AVN 101 Aviation Industry: A History Perspective

This course is a basic survey of the aviation industry viewed from a historical perspective. Topics covered will range from the early days of aviation to the present. The course will also examine the chronology of aviation laws and regulations and how they have changed from aviation beginnings in the United States to present day. At the conclusion of this course, the student will have a comprehensive knowledge of the U.S. air transportation industry and will understand its significant social/economic impact upon the nation and the world. Credits: 3 (3,0)

AVN 104 Private Pilot Ground

Private Pilot-Ground Training will enable the student to meet the prerequisite(s) specified in 14 CFR Part 61.105 as well as 14 CFR Part 141 Appendix B, as appropriate. Selected subject areas will include airplane systems, aerodynamic principles, flight environment, communication and flight information, meteorology for pilots, FAA Regulations, National Airspace System, NTSB, AC’s, interpretation of weather data, aircraft performance, radio and visual navigation, human factors, flight safety, and cross country flight planning. A grade will be issued upon taking the FAA “Knowledge Examination” necessary for the Private Pilot certificate. Prerequisite(s): FAA Student Pilot Certificate Credits: 3 (3,0,1)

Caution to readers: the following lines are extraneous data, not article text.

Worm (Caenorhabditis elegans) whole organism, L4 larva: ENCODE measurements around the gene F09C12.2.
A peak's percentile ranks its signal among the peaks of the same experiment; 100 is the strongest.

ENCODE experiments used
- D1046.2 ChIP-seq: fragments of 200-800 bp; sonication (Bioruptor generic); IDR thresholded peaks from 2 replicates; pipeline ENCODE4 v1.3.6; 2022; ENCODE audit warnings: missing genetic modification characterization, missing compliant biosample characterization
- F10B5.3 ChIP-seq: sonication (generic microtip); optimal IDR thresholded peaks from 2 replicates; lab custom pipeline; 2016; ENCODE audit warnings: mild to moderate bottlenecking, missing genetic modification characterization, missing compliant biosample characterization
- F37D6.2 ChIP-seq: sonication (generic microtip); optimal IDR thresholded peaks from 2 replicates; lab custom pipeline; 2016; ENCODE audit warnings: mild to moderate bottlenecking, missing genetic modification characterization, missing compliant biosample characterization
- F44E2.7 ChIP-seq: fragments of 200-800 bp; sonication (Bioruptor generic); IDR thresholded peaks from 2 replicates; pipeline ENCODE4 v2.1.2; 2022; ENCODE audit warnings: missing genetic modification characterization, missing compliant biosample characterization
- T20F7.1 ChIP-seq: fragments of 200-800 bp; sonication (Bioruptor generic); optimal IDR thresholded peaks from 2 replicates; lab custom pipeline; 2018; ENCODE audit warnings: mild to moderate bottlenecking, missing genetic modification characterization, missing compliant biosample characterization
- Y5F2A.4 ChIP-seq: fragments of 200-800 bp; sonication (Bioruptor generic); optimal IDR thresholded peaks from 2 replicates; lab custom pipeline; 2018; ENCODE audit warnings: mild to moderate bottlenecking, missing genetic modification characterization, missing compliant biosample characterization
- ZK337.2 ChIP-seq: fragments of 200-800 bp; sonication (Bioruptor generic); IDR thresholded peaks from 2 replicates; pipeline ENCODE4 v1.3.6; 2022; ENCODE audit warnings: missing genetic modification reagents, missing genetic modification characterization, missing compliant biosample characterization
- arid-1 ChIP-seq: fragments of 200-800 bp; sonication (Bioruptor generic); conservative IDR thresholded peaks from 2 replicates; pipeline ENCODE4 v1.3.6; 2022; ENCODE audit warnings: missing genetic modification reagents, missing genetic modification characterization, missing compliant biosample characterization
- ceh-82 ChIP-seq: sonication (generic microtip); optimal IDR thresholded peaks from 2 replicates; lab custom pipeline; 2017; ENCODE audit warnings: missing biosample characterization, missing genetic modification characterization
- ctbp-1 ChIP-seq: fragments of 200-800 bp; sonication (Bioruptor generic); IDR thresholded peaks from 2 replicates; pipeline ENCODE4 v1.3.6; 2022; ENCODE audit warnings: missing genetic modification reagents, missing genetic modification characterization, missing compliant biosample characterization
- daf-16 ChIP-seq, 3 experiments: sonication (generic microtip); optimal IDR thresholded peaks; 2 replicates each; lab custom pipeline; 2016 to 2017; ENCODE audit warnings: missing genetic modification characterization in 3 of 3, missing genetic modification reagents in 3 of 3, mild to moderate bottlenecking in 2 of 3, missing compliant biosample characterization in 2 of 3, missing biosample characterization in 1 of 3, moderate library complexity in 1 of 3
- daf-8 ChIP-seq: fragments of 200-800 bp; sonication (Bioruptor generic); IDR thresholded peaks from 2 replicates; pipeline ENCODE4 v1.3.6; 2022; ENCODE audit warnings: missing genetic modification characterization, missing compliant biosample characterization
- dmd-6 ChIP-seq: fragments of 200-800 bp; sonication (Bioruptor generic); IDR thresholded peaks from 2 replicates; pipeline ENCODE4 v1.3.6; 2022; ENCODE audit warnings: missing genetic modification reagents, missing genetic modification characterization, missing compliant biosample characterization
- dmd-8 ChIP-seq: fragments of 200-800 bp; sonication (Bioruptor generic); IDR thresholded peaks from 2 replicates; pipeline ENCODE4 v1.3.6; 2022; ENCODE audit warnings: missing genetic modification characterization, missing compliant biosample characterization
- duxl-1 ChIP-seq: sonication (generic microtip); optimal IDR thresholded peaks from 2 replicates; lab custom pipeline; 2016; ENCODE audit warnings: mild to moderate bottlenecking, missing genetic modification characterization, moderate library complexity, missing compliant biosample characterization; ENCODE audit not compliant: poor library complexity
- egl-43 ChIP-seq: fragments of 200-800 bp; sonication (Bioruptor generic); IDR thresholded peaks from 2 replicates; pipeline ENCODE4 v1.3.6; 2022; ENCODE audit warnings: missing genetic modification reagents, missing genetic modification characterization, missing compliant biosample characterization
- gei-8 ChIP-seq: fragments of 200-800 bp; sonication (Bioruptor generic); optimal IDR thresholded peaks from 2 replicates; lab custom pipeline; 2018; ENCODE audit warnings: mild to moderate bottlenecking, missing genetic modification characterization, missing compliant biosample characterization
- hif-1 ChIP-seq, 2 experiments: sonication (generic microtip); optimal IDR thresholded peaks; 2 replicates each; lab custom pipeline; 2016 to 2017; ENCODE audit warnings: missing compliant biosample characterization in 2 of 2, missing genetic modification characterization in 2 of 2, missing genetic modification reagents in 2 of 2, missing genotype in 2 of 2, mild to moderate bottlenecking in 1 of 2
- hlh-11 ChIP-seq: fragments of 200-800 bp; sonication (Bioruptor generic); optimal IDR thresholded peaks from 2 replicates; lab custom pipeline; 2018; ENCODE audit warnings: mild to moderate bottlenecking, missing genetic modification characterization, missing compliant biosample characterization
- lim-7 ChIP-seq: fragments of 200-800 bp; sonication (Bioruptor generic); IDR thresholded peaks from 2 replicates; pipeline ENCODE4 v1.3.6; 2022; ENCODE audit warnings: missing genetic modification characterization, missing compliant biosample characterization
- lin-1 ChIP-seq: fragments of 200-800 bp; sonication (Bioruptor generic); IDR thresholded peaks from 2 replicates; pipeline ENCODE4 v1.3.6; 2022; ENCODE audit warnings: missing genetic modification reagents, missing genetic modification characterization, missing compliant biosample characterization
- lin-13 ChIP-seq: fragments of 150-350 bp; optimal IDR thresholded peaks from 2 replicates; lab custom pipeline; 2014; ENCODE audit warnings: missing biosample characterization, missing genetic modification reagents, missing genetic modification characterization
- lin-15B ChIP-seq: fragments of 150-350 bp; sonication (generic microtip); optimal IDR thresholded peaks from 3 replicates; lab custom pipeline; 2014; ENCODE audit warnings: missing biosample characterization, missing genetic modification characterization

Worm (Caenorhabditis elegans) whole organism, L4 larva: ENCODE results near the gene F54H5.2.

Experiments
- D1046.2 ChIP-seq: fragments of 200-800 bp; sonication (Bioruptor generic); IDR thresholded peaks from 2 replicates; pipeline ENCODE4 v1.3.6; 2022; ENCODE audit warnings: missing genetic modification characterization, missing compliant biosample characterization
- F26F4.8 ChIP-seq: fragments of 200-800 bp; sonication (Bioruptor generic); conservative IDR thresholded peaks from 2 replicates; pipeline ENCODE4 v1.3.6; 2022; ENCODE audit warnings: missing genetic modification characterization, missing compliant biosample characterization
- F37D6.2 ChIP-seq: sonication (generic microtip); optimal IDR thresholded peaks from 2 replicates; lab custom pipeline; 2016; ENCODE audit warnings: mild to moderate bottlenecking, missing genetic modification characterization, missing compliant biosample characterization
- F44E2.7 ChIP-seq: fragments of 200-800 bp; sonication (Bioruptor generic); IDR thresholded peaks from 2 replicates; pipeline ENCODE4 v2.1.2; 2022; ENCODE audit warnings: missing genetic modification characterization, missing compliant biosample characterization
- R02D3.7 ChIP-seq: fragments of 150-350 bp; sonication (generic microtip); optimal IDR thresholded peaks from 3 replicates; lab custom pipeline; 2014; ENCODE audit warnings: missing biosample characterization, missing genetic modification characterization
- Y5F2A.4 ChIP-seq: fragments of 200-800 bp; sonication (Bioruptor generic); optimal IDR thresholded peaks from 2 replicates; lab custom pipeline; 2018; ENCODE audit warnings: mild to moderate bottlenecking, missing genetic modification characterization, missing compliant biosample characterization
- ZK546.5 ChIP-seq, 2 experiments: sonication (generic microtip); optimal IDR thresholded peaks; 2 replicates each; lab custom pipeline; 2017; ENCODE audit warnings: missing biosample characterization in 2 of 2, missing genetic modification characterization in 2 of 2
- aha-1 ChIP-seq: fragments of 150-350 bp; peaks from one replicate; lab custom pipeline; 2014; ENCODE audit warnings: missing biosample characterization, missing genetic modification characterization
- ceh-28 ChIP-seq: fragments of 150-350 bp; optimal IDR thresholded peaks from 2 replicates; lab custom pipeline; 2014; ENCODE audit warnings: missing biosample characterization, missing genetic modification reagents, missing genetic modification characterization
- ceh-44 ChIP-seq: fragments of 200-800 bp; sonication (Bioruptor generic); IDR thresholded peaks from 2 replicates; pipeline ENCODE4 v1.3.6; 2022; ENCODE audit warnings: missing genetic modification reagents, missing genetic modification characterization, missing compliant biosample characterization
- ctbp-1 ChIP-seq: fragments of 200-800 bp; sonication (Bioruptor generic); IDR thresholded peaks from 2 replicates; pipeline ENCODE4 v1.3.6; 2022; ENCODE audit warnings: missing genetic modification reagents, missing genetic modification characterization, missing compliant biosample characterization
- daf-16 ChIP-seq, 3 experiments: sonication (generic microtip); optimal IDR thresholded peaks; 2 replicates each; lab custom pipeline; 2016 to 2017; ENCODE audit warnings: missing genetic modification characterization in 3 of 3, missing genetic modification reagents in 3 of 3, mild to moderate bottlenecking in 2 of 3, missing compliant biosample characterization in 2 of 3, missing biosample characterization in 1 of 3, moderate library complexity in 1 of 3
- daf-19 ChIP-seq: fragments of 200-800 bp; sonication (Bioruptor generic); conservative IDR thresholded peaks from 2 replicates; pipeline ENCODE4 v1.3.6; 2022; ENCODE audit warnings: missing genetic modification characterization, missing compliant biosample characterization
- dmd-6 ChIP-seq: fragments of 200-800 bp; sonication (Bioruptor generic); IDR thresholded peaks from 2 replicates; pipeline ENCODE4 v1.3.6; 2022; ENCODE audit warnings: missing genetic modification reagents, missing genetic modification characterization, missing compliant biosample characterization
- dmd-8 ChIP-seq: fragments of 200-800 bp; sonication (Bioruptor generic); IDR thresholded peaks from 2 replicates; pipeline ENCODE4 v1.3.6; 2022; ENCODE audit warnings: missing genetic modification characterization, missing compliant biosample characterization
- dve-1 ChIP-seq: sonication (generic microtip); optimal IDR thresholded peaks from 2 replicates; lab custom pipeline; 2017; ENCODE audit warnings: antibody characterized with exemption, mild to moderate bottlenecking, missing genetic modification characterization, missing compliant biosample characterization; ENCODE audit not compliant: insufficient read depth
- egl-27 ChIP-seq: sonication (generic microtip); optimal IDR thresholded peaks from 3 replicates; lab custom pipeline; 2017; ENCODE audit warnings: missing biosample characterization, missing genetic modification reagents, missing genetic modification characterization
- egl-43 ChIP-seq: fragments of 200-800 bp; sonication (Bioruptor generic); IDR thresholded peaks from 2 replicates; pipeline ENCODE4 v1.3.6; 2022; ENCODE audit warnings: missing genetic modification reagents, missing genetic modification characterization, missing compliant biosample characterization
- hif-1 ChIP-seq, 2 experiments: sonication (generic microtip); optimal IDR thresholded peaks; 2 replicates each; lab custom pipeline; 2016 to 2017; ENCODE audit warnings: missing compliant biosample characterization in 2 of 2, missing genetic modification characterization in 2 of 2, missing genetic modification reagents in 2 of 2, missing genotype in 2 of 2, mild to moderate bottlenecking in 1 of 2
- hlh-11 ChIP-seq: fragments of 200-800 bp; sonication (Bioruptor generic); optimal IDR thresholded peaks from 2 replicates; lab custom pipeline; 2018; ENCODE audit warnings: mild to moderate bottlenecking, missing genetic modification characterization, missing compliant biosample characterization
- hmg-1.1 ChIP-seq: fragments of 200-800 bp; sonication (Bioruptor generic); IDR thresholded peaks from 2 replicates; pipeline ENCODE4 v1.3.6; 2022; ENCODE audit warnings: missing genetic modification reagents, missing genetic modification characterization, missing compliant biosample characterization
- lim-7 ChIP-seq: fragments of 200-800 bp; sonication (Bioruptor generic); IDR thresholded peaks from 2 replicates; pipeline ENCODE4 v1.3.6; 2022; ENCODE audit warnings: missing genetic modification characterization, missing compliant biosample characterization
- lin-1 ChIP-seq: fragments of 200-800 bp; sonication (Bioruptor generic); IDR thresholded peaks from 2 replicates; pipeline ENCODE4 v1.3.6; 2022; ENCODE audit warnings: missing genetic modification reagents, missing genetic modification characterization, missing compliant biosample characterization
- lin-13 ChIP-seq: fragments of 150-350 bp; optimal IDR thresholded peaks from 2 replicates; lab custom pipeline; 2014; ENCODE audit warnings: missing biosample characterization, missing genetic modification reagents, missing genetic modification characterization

AVN 105 Private Pilot Flight To Solo